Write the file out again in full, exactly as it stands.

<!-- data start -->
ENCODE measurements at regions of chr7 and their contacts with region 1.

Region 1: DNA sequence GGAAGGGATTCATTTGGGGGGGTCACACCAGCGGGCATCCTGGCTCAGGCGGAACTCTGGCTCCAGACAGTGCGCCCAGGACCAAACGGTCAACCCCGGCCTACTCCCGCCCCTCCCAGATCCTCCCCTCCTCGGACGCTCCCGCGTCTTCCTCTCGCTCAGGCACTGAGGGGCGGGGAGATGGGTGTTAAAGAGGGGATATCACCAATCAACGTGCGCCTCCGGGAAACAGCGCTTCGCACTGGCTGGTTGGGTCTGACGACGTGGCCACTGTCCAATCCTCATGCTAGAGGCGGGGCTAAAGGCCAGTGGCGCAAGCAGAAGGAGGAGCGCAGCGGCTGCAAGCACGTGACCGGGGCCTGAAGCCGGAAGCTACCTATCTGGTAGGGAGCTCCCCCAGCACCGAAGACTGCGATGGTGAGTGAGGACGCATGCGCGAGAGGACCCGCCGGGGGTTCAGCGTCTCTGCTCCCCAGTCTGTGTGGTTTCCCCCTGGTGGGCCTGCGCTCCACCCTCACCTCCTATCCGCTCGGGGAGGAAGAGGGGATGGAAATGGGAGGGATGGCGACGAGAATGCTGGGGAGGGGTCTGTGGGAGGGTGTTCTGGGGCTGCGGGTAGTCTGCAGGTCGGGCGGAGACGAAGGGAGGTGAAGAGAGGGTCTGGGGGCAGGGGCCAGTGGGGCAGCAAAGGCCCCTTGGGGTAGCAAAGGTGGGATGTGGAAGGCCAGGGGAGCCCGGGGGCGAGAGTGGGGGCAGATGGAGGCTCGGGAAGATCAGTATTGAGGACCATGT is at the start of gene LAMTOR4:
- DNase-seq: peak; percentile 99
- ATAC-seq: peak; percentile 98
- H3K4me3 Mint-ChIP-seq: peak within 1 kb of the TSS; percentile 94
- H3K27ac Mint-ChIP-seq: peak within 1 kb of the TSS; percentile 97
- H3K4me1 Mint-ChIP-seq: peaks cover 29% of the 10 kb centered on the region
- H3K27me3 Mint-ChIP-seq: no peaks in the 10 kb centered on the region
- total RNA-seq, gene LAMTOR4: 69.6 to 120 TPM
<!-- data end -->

ENCODE measurements at regions of chr7 and their contacts with region 1.

Region 1: DNA sequence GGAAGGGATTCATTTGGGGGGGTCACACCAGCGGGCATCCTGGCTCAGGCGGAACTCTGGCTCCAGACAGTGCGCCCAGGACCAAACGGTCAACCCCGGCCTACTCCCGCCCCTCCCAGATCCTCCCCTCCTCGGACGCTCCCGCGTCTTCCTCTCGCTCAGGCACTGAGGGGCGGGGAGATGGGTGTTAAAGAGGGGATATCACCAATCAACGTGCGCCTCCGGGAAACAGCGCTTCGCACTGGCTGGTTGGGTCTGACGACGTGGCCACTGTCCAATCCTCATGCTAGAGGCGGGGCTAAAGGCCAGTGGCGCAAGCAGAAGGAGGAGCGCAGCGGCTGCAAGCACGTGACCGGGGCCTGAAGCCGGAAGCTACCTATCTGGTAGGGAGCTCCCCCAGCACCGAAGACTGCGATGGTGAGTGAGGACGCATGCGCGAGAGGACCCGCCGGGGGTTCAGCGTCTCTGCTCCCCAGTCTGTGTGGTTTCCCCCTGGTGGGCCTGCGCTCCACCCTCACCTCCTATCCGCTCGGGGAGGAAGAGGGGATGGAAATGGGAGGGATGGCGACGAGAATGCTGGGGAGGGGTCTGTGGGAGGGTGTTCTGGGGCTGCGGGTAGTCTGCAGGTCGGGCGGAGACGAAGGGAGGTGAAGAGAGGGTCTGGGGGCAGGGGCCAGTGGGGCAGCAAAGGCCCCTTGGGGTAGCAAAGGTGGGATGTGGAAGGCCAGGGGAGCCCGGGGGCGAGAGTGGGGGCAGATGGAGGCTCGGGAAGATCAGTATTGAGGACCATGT is at the start of gene LAMTOR4:
- DNase-seq: peak; percentile 99
- ATAC-seq: peak; percentile 98
- H3K4me3 Mint-ChIP-seq: peak within 1 kb of the TSS; percentile 94
- H3K27ac Mint-ChIP-seq: peak within 1 kb of the TSS; percentile 97
- H3K4me1 Mint-ChIP-seq: peaks cover 29% of the 10 kb centered on the region
- H3K27me3 Mint-ChIP-seq: no peaks in the 10 kb centered on the region
- total RNA-seq, gene LAMTOR4: 69.6 to 120 TPM